we are just using adjustable stuff and getting it put into a spot where everything will work well. If you take the time with your stock stuff im sure you could get the same out of it as would a torque are.
     
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  12. *Predator*

    *Predator* Member Established Member

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    Need the back tight and the front lose so what springs or spring strut combo is anyone using to loosen up the front? I had a couple people who have some pretty fast cars take a look at it, and while their cars are fox bodies and older cars they said the front end is WAY too tight..
     
  13. clinton2003

    clinton2003 Active Member Established Member

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    Most people seem to use Strange single adjustable struts up front, and viking double adjustable shocks out back. which gives quite a bit of adjustability.

    On my car i have some Boss 302 struts up front full lose, and viking double adjustable in the rear and have had good luck at track. Haven't had the patience to get it to hook that well on the street. No need to be using that kind of power on the street anyway
     
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  14. *Predator*

    *Predator* Member Established Member

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    Viking warrior shocks?
     
  15. clinton2003

    clinton2003 Active Member Established Member

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    there is warrior and crusader. I have the warrior's but need the crusaders... ha.

    you would be fine with the warrior's im sure.

    Viking Performance
     
  16. Stangra

    Stangra New Member

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    I started with a bone stock Mustang... but my suspension mod was anything but "just slap all that stuff on". I drove the car for years considering my options. Watching, asking questions, learning, listening, researching, and developing an understanding of what I wanted to accomplish and how. My goal has never been to build a drag racer, but to improve the traction problem that's built into the S197 chassis' suspension and improve handling for the street with track capabilities.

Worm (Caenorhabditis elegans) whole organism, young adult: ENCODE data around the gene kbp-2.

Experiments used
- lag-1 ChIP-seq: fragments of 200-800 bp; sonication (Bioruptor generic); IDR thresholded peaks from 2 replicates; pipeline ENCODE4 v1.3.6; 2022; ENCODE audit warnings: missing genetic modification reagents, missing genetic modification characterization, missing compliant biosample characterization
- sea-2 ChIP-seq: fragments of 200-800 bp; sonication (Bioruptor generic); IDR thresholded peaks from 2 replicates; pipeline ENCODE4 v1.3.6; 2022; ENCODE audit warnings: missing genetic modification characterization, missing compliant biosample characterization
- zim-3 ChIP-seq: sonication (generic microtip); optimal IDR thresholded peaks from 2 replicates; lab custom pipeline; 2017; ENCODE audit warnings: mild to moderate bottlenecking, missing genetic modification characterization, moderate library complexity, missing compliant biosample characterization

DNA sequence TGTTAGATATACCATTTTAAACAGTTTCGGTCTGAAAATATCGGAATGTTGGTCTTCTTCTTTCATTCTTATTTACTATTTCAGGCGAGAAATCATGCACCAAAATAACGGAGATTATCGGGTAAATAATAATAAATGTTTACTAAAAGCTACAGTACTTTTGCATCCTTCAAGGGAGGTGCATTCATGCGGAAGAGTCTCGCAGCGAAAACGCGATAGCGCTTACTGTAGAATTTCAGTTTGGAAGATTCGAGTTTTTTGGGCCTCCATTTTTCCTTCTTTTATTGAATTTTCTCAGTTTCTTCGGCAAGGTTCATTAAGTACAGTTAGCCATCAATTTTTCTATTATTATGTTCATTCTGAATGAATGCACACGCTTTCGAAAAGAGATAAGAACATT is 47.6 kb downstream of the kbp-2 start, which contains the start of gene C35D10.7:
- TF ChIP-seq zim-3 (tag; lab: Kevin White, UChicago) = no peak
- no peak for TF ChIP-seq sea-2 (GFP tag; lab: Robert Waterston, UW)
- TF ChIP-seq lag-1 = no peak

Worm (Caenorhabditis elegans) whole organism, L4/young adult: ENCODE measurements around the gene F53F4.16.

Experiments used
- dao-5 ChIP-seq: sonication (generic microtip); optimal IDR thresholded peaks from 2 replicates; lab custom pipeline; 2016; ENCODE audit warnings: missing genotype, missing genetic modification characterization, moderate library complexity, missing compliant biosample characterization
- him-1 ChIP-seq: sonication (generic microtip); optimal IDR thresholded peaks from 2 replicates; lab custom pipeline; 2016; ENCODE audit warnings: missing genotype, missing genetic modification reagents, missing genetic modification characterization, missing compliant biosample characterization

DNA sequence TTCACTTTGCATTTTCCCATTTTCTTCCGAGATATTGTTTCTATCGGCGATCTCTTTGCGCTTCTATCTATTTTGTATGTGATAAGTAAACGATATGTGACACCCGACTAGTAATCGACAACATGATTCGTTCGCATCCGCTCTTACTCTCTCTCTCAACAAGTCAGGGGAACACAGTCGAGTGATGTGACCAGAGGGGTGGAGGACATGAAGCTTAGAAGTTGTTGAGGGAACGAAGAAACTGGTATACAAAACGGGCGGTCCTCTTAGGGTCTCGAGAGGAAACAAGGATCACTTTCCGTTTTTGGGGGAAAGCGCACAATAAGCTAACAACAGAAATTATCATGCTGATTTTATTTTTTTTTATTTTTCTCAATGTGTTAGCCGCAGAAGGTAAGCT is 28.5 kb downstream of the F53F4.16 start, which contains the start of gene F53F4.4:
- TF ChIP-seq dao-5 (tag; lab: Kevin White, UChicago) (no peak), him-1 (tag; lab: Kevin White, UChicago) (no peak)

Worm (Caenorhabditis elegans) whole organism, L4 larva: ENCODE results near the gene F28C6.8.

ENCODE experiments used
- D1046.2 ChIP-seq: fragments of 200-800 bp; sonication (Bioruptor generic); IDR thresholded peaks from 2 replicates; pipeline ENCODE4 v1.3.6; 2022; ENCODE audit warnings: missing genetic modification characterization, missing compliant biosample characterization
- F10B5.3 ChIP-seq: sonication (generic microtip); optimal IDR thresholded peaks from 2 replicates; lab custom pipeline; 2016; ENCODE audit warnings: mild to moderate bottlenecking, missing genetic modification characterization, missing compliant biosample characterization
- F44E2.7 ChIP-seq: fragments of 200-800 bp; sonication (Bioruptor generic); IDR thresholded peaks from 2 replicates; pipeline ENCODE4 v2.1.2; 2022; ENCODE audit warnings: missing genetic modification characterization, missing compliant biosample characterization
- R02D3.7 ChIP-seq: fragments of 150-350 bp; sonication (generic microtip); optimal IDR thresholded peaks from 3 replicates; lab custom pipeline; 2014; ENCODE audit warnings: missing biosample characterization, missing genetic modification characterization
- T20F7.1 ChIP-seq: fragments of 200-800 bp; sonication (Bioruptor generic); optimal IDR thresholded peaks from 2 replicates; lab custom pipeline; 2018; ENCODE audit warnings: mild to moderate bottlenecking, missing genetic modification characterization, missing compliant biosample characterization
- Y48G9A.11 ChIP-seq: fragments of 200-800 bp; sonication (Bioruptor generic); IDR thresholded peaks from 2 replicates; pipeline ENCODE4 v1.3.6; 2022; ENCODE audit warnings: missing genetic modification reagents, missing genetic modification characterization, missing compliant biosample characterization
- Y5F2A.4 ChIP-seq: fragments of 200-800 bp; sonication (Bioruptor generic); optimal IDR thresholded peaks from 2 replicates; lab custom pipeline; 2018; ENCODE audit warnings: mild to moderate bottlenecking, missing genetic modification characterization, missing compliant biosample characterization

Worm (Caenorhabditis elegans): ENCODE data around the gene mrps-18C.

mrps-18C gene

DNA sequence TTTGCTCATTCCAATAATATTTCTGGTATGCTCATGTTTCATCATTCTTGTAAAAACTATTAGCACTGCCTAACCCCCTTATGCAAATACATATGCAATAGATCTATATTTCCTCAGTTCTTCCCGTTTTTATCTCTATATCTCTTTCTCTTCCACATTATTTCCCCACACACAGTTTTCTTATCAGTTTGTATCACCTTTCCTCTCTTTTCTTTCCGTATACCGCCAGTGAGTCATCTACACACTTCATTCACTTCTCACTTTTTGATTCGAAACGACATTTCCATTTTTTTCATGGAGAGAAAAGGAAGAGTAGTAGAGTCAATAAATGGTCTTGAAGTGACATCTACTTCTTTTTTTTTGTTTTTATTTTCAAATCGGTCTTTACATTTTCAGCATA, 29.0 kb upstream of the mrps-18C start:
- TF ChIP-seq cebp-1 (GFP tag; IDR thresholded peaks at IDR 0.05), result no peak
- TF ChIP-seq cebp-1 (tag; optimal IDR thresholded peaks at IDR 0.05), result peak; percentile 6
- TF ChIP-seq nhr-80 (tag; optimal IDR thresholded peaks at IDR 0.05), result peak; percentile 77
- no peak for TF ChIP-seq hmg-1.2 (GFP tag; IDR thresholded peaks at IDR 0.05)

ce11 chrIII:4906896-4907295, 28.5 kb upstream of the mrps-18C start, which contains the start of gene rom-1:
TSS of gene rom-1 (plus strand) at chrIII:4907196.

Ok, for a competitive, track dedicated drag car a Torque Arm may not be your first choice, but a car like the OP's close to stock with a few mods it would make a huge difference vs. the stock (or mod) upper link geometry

    What angles are you needing to correct but unable to after installing a torque arm? The stock (or adjustable) upper arm is only there to control the axle from rolling and it holds the correct pinion angle... when the car isn't moving, otherwise it's changing every time the car moves up or down. Torque arm holds near perfect pinion angle at all times, and moves those useful axle anti-rolling forces way forward. A lot of guys will throw stiff springs, shocks, and bushings at the car trying to fix characteristics caused by the stock suspension geometry, end up with a shopping cart ride on irregular road surfaces, and believe that in order to handle & grip well, the car must ride that way.

    In my experience a Torque arm, coil-overs, & Watts link = dramatically better grip, minimal loss of ride quality, room for fatter tires, & excellent handling. So much so that I need to relearn how to drive my car, it's abilities now sometimes exceed my mine. There are Mustangs pushing 800rwhp on the street or track running Torque Arms, and a these levels the more torque and power the more effective they are.